Few flies are as classical as the Red Tag, which was originated as a dry fly for grayling, but has been adapted to many other kinds of fishing. This one is for sea run browns.
It doesn't date back to Dame Juliana's "A treatyse of fysshynge wyth an Angle" but it has many of the characteristics from this era: simplicity, few cheap and common materials and all natural.
The fly most likely dates back to the 1850's where it came out of the vice of one Martyn Flynn from Worcestershire, England. It was tied as a dry fly and meant for grayling. Its original name was The Worcestershire Gem, but few people refer to it as anything else than the Red Tag these days. A very suitable name since the predominant red tail or tag is one of the main traits of the fly.
It's a very simple tie. The original used red wool for the tail, peacock herl for the body and a natural brown rooster hackle. It's a very generic dry fly, maybe imitating a small beetle or some other nondescript flying insect.
When I learned to tie it, it was as a wet fly. This is generally referred to as the Red Tag Palmer because the hackle is palmered. You can tie the palmered version as a dry fly too, and you can also tied the usual front hackled version as a wet fly. My adaptation has been converted to something in between and I have also added a rib to reinforce the fly for our rough fishing in salt water and I also add bead chain eyes now and then just for no particular reason and because I like flies with eyes.
The Red Tag is my Go-To fly in clear and calm water and in the autumn when our sea trout are known to be a little less hungry and a little more selective in their choice of food items.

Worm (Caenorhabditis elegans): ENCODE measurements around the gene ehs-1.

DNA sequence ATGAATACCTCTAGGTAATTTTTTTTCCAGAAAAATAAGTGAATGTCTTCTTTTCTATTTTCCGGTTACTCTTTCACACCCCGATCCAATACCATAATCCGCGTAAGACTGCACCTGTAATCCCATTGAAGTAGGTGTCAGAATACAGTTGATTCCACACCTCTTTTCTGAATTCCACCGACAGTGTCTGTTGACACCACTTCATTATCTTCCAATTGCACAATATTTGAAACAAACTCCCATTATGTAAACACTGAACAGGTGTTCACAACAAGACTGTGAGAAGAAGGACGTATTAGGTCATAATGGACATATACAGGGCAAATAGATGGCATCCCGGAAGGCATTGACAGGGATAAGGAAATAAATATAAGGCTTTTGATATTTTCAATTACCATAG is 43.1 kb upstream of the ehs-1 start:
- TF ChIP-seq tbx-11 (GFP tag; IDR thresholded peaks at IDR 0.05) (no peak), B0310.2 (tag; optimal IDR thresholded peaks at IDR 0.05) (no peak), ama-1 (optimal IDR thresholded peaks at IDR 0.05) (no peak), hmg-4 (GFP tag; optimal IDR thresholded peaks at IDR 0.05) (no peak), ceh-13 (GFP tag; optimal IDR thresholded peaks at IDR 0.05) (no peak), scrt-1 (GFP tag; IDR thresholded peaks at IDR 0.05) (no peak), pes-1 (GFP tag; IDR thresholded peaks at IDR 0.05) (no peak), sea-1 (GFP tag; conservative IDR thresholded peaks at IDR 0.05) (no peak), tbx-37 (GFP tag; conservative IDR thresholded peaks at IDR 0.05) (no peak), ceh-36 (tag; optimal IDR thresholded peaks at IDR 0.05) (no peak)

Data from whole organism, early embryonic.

Tied as a salt water fly, the Red Tag doesn't look like anything the trout would normally eat, but it obviously has the same tempting magic as the dry fly has on the grayling, because it's a true producer in the salty element too.
It's an extremely easy tie, and very suitable for beginning fly tiers. I like to tie it in smaller sizes like 10 and 8, but you can of course tie is as a meatier fly on almost any size hook as long as you can .get enough peacock herl on the hook and use a larger hackle.
I also prefer soft hen hackles for the fly, which can be difficult to find in smaller sizes, but many hen necks actually contain a lot of suitable feathers, and you can often find cheap hen patches in different natural colors, which just beg to be wound as front hackles on a nice Red Tag.
The herl is quite vulnerable and will turn brittle after a while, so reinforcing it with tying thread as shown in the step-by-step pictures and adding a rib can be a couple of ways to make longer lasting Red Tags.
At step 13 above make this variation:
- Tie in a hackle, stem first, curved side forward
- Wind the hackle in open turns to the rear of the fly (or as far as it reaches)
- Wind the rib forwards in the opposite direction of the hackle, catching the hackle and tying it down without crushing down the barbs
- Tie down the rib with the tying thread, trim the rib
And continue from step 19.
The variations aren't endless of course, but I have already mentioned ribbing and putting eyes on the fly. You can also do as my friend Henning and add flash to the tail as well as using both a body hackle as well as a front hackle. This can be a very good method to add volume to larger and beefier flies. Color wise you can also improvise. The tag can easily be changed to another color, but then it wouldn't be a Red Tag, would it? Peacock herl can also be bought in all kinds of strange hues these days with blue, purple and red sheen in the inherently greenish herl, and you can even find bleached and dyed herl, which have lost all traces of that illusive metallic flare that's in the natural material.
I personally think that the color and shine of the herl is one of the key elements to the success of this fly and rarely venture beyond the red tag and the natural herl, accented with a nice, dull brown hackle.
I have tied this fly for ages, and the style has changed over the years. You will find it amongst the absolutely oldest articles here on GFF, as in this old B/W version as well as the Low Water Red Tag shown here. Both articles are 12-15 years old at least. And of course the Red Tag was also a part of my Fill-The-Box-project from many years ago.